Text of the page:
Is something of a constitutional innovation - completely reversing, as it seems to do, the old one whereby a minister was responsible to Parliament for the conduct of his or her department. And when some major failure of administration was within the reserve of a given department, it was understood that it was the duty of the minister to take responsibility for any such failings rather than civil servants who are not similarly accountable to Members of Parliament.
Generally this meant the bigger the fuck-up, the greater the likelihood of resignation. Today, apparently, it means the opposite: the more fucked-up the situation is, the greater qualification to remain in the job the present incumbent has. The special insight that comes from being the minister responsible for the initial fuck-up only serves to underline how well-suited they are to 'clean-up the mess' they are responsible for having overseen in the first place.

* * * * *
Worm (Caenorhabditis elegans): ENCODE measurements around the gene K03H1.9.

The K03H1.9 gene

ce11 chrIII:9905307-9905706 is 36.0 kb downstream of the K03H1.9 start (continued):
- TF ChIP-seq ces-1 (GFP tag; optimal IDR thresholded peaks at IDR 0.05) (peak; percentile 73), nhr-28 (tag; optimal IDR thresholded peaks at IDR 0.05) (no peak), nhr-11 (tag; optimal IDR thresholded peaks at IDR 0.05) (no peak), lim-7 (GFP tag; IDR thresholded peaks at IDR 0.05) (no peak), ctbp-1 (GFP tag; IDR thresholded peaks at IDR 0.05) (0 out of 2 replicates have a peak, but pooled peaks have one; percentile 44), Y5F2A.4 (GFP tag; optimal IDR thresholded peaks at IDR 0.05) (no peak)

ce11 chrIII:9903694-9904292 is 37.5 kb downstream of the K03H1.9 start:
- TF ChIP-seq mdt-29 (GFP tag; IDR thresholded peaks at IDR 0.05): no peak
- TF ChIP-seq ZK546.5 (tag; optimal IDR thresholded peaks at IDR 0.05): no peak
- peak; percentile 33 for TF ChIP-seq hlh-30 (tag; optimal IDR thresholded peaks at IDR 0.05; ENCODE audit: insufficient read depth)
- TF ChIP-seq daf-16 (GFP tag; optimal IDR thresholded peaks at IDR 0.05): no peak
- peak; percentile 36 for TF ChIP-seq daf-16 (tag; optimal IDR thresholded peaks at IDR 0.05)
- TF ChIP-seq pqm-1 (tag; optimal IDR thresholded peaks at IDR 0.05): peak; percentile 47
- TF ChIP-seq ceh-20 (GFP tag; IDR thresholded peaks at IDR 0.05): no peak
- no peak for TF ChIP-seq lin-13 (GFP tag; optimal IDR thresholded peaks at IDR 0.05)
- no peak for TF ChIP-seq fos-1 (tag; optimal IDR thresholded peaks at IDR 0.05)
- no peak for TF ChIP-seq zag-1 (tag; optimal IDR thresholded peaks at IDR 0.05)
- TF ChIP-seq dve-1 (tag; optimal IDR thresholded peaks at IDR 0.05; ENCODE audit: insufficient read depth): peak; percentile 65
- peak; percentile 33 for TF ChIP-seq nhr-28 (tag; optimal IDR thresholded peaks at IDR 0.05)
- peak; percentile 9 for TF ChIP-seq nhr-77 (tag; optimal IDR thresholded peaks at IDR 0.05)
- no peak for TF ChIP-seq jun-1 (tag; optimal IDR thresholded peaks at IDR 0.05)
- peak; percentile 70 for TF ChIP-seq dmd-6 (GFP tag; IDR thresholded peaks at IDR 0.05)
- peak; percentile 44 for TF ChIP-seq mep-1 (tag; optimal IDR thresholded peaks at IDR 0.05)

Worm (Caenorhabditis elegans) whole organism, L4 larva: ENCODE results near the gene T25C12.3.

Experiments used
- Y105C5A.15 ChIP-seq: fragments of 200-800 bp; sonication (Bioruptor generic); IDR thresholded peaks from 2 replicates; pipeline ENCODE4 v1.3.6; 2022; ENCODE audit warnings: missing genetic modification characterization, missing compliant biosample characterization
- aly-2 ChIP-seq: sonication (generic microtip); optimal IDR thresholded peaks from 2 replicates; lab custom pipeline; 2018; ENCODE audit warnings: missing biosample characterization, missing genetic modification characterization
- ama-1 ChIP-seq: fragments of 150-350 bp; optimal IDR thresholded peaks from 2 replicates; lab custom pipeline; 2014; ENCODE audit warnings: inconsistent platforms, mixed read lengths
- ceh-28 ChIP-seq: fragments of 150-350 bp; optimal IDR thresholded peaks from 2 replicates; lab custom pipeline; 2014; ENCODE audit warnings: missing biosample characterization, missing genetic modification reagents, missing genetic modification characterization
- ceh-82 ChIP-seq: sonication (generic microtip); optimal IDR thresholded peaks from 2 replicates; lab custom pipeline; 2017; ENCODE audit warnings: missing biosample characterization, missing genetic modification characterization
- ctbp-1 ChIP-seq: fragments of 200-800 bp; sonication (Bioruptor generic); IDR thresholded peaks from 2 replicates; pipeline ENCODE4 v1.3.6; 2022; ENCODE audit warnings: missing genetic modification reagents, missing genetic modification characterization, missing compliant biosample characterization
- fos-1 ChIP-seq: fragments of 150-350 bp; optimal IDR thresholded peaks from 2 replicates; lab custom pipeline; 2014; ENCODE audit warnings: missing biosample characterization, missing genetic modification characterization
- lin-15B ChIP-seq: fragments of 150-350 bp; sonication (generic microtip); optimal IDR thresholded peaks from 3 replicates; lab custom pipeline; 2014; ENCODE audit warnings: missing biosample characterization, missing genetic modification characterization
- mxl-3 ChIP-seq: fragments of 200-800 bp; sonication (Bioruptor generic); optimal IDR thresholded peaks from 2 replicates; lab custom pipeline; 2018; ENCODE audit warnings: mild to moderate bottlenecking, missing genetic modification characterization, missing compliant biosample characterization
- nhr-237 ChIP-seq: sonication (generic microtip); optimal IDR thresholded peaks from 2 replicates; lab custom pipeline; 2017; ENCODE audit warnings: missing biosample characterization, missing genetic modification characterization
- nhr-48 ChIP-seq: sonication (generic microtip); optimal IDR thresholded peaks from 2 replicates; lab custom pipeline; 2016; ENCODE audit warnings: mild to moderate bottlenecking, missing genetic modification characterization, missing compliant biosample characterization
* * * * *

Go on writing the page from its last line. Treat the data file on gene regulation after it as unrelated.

Charles Clarke believes in the new doctrine.
This is why "Mr Clarke has dismissed calls from opposition MPs for him to quit."
My own view is the new doctrine has one or two fairly basic flaws, but this may be because I'm not progressive enough.
Sunday, April 30, 2006
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